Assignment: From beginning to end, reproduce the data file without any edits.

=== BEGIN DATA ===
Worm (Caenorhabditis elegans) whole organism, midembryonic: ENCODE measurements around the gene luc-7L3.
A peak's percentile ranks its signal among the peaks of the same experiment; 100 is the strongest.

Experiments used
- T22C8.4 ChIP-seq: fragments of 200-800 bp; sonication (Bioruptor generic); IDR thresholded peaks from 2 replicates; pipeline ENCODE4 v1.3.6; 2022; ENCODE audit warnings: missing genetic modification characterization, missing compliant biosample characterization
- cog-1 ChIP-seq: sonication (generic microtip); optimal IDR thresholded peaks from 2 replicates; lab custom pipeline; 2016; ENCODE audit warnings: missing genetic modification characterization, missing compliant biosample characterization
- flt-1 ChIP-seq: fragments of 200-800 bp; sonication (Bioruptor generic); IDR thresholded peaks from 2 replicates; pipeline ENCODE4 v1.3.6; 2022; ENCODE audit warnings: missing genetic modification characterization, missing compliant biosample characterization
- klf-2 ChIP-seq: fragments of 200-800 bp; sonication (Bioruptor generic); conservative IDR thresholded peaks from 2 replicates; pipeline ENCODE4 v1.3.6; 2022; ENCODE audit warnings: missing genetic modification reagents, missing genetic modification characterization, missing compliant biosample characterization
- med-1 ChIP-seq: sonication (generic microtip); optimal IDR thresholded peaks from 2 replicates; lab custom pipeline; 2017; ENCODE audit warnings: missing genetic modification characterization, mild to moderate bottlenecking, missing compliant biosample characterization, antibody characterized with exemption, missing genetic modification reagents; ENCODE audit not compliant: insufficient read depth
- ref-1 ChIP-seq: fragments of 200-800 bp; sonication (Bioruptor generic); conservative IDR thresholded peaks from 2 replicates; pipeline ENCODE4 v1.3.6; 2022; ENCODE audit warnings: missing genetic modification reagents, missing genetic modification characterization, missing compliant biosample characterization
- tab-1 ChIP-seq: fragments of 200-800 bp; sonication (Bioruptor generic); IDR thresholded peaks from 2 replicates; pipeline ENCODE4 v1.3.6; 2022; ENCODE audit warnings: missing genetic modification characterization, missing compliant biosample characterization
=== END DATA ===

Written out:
Worm (Caenorhabditis elegans) whole organism, midembryonic: ENCODE measurements around the gene luc-7L3.
A peak's percentile ranks its signal among the peaks of the same experiment; 100 is the strongest.

Experiments used
- T22C8.4 ChIP-seq: fragments of 200-800 bp; sonication (Bioruptor generic); IDR thresholded peaks from 2 replicates; pipeline ENCODE4 v1.3.6; 2022; ENCODE audit warnings: missing genetic modification characterization, missing compliant biosample characterization
- cog-1 ChIP-seq: sonication (generic microtip); optimal IDR thresholded peaks from 2 replicates; lab custom pipeline; 2016; ENCODE audit warnings: missing genetic modification characterization, missing compliant biosample characterization
- flt-1 ChIP-seq: fragments of 200-800 bp; sonication (Bioruptor generic); IDR thresholded peaks from 2 replicates; pipeline ENCODE4 v1.3.6; 2022; ENCODE audit warnings: missing genetic modification characterization, missing compliant biosample characterization
- klf-2 ChIP-seq: fragments of 200-800 bp; sonication (Bioruptor generic); conservative IDR thresholded peaks from 2 replicates; pipeline ENCODE4 v1.3.6; 2022; ENCODE audit warnings: missing genetic modification reagents, missing genetic modification characterization, missing compliant biosample characterization
- med-1 ChIP-seq: sonication (generic microtip); optimal IDR thresholded peaks from 2 replicates; lab custom pipeline; 2017; ENCODE audit warnings: missing genetic modification characterization, mild to moderate bottlenecking, missing compliant biosample characterization, antibody characterized with exemption, missing genetic modification reagents; ENCODE audit not compliant: insufficient read depth
- ref-1 ChIP-seq: fragments of 200-800 bp; sonication (Bioruptor generic); conservative IDR thresholded peaks from 2 replicates; pipeline ENCODE4 v1.3.6; 2022; ENCODE audit warnings: missing genetic modification reagents, missing genetic modification characterization, missing compliant biosample characterization
- tab-1 ChIP-seq: fragments of 200-800 bp; sonication (Bioruptor generic); IDR thresholded peaks from 2 replicates; pipeline ENCODE4 v1.3.6; 2022; ENCODE audit warnings: missing genetic modification characterization, missing compliant biosample characterization